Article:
Using Evidence to Inform Clinical Decision Making
Using Evidence to Inform Clinical Decision Making
There were three given scenarios but for my assignment, I chose the third scenario – whether family members should be allowed in an acute care setting during the resuscitation of a loved one. Doctors and medical practitioners are constantly faced with the dilemma of whether to allow a patients’ family members during the resuscitation process of their loved one. The key words used to narrow down the research included; “cardiopulmonary resuscitation”, “family witnessed resuscitation” ,”family present resuscitation”, “cardiac arrest” among other substitutes. During investigations, I used Medline and CINAHL databases. Moreover, to strengthen the evidence, the reference research articles were not more than five years old 5. One of the systematic review articles I found for this study is ‘Family Presence during Resuscitation (FPDR): Perceived benefits, barriers and enablers to implementation and practice.’ This article is a qualitative systematic review article together with other three available references selected for this study. Additionally their relevance to acute care setting for instance; ICU, critical Care, and emergency department means they match as perfect research references in this study. In the end, this study will compare the health care professions’ perspective before making a decision.
Generally, most high level research papers show that positive results are achieved when families are allowed to be present during their patient’s resuscitation procedure ( Ferreira et al. 2014; Salmond 2014). Moderate-quality evidence claims that offering family presence during resuscitation improves family members’ psychological outcomes, but that it does not affect patient’s outcomes. Salmond (2014), the review which covered more than 83 studies, mixed with descriptive surveys, randomized controlled trials and matched cohort designs. The results are showing that families who had witnessed the CPR would like to participate again, as it allowed them to feel less anxious when they stayed near the family member. Moreover, both patients and family members want the option to be present resuscitation (Salmond 2014).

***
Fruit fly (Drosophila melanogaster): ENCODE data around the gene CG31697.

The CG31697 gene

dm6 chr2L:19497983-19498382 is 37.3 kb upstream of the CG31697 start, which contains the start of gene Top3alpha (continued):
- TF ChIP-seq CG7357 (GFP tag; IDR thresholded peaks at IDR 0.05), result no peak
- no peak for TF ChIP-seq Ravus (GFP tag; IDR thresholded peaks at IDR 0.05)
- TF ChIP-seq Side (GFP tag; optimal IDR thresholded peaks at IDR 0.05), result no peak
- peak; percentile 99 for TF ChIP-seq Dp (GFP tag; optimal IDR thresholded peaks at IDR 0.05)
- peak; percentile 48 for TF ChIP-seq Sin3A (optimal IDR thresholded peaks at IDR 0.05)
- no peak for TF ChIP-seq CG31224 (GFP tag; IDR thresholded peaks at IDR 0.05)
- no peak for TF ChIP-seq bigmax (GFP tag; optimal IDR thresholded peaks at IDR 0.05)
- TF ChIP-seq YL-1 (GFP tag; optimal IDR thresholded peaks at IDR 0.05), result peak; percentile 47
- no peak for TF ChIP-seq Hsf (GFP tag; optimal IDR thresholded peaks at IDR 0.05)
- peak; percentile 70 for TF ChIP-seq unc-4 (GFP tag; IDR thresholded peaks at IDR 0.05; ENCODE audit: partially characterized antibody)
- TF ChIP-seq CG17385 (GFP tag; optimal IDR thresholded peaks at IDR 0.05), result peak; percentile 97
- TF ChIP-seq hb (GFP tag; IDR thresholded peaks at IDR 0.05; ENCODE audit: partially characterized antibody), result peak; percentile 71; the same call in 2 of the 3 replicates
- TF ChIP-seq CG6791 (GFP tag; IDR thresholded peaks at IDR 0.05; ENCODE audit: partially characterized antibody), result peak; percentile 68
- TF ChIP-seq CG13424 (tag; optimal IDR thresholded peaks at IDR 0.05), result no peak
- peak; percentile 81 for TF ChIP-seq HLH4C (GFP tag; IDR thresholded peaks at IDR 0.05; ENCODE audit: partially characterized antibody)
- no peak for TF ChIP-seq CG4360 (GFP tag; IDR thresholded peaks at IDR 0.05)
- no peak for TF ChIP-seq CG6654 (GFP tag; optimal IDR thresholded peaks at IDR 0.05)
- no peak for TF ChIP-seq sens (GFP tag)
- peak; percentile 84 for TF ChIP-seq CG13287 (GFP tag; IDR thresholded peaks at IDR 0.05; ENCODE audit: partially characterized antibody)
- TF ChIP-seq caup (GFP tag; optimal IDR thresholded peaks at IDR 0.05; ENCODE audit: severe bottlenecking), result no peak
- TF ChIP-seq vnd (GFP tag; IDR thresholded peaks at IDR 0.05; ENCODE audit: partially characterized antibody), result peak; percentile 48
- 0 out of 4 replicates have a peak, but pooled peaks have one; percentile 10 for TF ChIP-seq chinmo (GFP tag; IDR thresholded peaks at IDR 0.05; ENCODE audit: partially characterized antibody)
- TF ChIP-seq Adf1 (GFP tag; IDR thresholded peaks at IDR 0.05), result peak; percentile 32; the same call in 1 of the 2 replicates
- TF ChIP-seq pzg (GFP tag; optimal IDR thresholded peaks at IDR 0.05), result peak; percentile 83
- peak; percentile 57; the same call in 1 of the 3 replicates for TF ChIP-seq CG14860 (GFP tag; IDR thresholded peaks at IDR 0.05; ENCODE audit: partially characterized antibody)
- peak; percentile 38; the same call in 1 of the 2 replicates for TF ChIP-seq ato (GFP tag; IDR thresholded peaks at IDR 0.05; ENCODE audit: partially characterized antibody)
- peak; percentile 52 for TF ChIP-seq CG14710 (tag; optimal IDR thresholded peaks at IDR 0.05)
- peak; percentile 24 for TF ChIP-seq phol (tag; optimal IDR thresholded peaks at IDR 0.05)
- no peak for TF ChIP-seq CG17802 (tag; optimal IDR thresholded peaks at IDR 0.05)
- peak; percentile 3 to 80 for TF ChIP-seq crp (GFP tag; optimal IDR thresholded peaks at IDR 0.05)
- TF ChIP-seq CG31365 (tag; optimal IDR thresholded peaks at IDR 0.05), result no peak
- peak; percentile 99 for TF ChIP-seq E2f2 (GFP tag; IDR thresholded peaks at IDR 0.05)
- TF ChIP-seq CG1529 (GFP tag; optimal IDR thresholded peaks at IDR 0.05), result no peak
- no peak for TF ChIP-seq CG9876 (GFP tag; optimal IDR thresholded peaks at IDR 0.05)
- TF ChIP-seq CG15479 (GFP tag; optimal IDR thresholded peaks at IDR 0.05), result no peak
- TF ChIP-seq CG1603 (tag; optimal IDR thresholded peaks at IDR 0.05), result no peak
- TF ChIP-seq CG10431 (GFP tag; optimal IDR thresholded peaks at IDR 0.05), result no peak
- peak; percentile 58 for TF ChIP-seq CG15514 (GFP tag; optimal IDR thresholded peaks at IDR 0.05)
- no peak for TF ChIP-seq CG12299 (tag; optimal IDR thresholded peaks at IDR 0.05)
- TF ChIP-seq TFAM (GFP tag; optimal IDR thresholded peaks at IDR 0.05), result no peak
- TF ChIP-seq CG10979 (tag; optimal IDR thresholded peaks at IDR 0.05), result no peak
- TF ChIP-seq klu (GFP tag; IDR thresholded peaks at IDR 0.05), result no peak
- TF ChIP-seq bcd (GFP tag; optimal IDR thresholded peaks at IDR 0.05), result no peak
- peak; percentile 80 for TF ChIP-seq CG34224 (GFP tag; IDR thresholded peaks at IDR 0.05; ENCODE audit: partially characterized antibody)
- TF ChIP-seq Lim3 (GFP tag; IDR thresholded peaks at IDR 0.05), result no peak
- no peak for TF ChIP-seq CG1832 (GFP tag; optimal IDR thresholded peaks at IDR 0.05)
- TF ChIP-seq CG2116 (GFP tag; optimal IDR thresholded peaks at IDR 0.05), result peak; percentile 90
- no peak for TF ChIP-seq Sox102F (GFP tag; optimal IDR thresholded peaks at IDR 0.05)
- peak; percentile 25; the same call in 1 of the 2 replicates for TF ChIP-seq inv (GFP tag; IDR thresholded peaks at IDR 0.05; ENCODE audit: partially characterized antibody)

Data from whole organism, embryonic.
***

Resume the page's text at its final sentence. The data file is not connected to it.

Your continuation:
The comparable result of children was found in Ferreira et al. (2014), with 15 scientific articles included and participants were generally members of the healthcare team (67%) and family (33%). The studies focused on children hospitalized in paediatric and neonatal ICU with qualitative content analysis. The data was collected worldwide, including Australia, Europe, and United States. The data has shown that when resuscitation is required for a child, it is important for parents to witness what is going on during the resuscitation (Ferreira et al. 2014). In addition, it improved family members’ understanding of the procedure of resuscitation. And if the patient does not survive, at least it would guarantee the family to have last moment of life of the child (Ferreira et al. 2014).